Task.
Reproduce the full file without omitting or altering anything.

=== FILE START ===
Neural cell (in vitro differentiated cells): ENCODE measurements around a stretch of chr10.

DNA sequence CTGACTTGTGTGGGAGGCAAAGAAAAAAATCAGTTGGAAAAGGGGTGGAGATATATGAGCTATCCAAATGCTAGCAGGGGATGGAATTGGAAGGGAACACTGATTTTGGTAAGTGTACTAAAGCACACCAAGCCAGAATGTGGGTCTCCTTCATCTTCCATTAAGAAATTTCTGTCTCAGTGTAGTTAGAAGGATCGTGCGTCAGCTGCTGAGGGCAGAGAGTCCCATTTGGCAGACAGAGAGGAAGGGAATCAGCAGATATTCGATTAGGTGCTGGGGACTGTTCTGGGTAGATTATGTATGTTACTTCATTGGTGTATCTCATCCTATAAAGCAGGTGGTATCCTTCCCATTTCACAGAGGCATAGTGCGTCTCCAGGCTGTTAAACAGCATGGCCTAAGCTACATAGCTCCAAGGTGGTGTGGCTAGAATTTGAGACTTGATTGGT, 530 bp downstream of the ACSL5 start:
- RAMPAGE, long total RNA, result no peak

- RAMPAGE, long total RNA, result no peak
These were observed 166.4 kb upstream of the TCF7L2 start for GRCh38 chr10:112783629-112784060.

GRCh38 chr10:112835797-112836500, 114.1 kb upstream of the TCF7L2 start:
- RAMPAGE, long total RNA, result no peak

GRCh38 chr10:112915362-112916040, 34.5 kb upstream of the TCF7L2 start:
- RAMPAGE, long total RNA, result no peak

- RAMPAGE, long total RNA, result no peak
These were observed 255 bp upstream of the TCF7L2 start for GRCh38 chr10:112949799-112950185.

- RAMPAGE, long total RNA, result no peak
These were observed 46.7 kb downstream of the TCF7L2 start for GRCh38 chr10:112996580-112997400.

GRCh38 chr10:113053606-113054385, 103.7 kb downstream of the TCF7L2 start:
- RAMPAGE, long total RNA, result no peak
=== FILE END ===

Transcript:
Neural cell (in vitro differentiated cells): ENCODE measurements around a stretch of chr10.

DNA sequence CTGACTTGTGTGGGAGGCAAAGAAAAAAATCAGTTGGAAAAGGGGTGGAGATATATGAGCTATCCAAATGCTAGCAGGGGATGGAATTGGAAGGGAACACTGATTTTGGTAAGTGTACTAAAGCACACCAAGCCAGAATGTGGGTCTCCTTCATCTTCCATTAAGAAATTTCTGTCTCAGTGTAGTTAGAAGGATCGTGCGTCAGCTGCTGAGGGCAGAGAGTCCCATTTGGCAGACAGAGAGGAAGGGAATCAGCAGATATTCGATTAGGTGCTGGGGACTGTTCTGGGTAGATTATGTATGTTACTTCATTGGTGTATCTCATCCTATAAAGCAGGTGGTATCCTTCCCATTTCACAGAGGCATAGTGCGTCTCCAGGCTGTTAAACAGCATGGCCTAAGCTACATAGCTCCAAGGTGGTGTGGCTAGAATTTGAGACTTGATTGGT, 530 bp downstream of the ACSL5 start:
- RAMPAGE, long total RNA, result no peak

- RAMPAGE, long total RNA, result no peak
These were observed 166.4 kb upstream of the TCF7L2 start for GRCh38 chr10:112783629-112784060.

GRCh38 chr10:112835797-112836500, 114.1 kb upstream of the TCF7L2 start:
- RAMPAGE, long total RNA, result no peak

GRCh38 chr10:112915362-112916040, 34.5 kb upstream of the TCF7L2 start:
- RAMPAGE, long total RNA, result no peak

- RAMPAGE, long total RNA, result no peak
These were observed 255 bp upstream of the TCF7L2 start for GRCh38 chr10:112949799-112950185.

- RAMPAGE, long total RNA, result no peak
These were observed 46.7 kb downstream of the TCF7L2 start for GRCh38 chr10:112996580-112997400.

GRCh38 chr10:113053606-113054385, 103.7 kb downstream of the TCF7L2 start:
- RAMPAGE, long total RNA, result no peak